Neil Oliver, The Government Doesn’t Value Human Beings – But Technocracy Cannot Replace Human Skill

Neil Oliver People are Unique

by Sundance at

For his weekly monologue U.K pundit Neil Oliver weaves the outline of how government officials, and the system creators who support them, have dismissed the inherent ability of humankind to advance itself without external inputs.

Indeed, in the biggest of big pictures the inherent skills and ability of the individual to overcome great challenge is factually a unique attribute to people, human beings.  We were born by the grace of a loving God, with a very unique set of abilities in the universe of life.  We can learn, discover, formulate and achieve great things when we focus as individuals on the issues of greatest priority.  Everything Mr. Oliver states in this monologue is inherently true, naturally true and empirically true.

Ultimately, as governments -consisting of people- and technocrats, again more people, attempt to subvert and replace unique human abilities with technological advancements, you always end at a place where a physical person with skill is needed to accomplish the mechanics of what the designed system cannot provide.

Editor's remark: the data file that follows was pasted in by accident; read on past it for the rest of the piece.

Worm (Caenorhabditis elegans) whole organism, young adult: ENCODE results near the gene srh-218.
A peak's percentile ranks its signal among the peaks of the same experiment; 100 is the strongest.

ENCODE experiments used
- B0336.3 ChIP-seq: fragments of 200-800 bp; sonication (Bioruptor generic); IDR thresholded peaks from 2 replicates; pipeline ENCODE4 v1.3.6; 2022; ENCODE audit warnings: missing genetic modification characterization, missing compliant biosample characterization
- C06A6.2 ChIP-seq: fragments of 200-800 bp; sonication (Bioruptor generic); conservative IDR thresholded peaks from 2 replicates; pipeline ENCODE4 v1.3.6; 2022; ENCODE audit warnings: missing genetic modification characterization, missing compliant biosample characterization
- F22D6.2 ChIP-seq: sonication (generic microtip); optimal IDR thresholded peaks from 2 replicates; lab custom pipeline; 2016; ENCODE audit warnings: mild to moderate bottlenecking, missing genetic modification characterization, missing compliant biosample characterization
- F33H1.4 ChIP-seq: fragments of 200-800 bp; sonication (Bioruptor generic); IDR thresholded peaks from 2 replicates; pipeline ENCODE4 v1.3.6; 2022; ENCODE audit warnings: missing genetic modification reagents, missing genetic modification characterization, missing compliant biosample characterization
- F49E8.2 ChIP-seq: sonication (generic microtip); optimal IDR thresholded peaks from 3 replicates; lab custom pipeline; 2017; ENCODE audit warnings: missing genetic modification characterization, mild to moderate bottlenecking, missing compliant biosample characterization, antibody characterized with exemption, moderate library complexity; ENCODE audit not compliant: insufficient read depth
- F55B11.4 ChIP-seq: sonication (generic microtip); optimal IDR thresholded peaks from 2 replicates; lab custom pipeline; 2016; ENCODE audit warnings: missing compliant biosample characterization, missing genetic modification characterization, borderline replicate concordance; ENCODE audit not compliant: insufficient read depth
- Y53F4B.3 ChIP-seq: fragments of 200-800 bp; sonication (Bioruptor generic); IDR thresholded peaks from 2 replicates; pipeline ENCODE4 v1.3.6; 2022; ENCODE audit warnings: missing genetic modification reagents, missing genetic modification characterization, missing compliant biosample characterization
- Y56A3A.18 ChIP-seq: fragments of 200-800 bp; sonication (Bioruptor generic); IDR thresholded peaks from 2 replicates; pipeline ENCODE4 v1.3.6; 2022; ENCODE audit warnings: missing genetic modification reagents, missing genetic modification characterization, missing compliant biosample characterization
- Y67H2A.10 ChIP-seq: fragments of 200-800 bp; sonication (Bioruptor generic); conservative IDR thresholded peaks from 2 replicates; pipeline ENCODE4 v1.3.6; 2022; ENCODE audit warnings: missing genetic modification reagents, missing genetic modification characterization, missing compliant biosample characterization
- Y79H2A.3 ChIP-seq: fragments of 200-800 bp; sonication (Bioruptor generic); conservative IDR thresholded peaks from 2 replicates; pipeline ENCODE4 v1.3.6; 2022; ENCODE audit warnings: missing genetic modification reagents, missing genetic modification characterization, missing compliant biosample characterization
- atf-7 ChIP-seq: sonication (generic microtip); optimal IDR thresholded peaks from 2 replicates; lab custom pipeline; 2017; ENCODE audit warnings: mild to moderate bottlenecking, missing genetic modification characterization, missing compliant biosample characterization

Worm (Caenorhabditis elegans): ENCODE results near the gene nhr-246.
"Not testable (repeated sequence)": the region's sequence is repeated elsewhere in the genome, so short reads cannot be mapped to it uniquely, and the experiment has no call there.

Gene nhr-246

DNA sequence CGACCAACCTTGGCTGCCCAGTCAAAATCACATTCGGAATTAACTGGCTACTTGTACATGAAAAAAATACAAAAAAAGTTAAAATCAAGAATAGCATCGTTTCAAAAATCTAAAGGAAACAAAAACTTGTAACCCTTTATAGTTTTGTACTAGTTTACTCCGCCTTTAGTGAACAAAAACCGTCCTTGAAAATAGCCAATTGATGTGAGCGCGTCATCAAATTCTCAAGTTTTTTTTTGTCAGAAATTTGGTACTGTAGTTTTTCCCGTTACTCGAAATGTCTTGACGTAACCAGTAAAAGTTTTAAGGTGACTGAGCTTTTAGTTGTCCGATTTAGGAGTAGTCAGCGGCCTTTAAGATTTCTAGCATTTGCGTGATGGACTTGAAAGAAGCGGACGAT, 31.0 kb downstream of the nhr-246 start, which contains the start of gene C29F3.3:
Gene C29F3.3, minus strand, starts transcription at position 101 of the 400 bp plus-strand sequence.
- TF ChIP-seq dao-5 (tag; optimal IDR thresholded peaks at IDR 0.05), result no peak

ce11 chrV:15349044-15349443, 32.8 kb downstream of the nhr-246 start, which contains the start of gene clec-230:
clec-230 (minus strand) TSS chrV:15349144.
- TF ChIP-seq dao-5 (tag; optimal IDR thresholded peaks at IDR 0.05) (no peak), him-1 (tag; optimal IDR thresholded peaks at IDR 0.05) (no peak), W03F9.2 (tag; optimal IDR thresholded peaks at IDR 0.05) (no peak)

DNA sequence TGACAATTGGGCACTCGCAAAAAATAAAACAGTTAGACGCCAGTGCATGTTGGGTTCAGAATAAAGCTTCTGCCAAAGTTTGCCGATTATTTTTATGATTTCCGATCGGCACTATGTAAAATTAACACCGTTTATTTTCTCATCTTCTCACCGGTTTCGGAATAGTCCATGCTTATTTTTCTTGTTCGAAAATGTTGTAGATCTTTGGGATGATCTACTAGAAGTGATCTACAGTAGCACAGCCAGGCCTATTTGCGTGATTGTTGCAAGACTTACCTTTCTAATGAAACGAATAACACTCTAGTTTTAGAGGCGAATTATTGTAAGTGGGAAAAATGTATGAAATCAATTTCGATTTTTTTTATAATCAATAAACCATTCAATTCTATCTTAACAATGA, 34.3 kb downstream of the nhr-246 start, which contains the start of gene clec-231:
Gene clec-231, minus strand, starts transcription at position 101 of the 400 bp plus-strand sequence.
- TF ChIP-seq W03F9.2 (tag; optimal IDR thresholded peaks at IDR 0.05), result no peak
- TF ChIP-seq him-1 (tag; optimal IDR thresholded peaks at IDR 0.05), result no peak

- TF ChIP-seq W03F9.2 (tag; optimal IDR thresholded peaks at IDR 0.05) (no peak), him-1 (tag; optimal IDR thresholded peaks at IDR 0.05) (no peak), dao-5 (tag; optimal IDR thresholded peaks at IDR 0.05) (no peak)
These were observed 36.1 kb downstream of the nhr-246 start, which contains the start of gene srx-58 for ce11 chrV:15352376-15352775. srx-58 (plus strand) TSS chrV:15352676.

In very real terms, Bill Gates, Elon Musk, Klaus Schwab and every person who operates within the system of creating or promoting artificial intelligence, likely does not possess the skill to manage their own household plumbing or repair a broken weld. 

Neil skirts around an issue that I have contemplated for years.  Just as surgeons possess specific sets of skills that can repair a human body, ultimately so too do blue-collar workers hold similar skillsets.

I can easily envision a time (it’s coming soon) when the average population is so critically incapable of fixing things, an outcome of diminished emphasis on doing, that the value of those who can fix things will afford them incredible income.

As technology continues to drive forward, the financial value assigned to irreplaceable physical human labor will ultimately invert.  Surgeons may indeed be replaced by machines, but robots will never be able to fix a leaky roof.  There are just too many variables and the technocrats do not think of such things.

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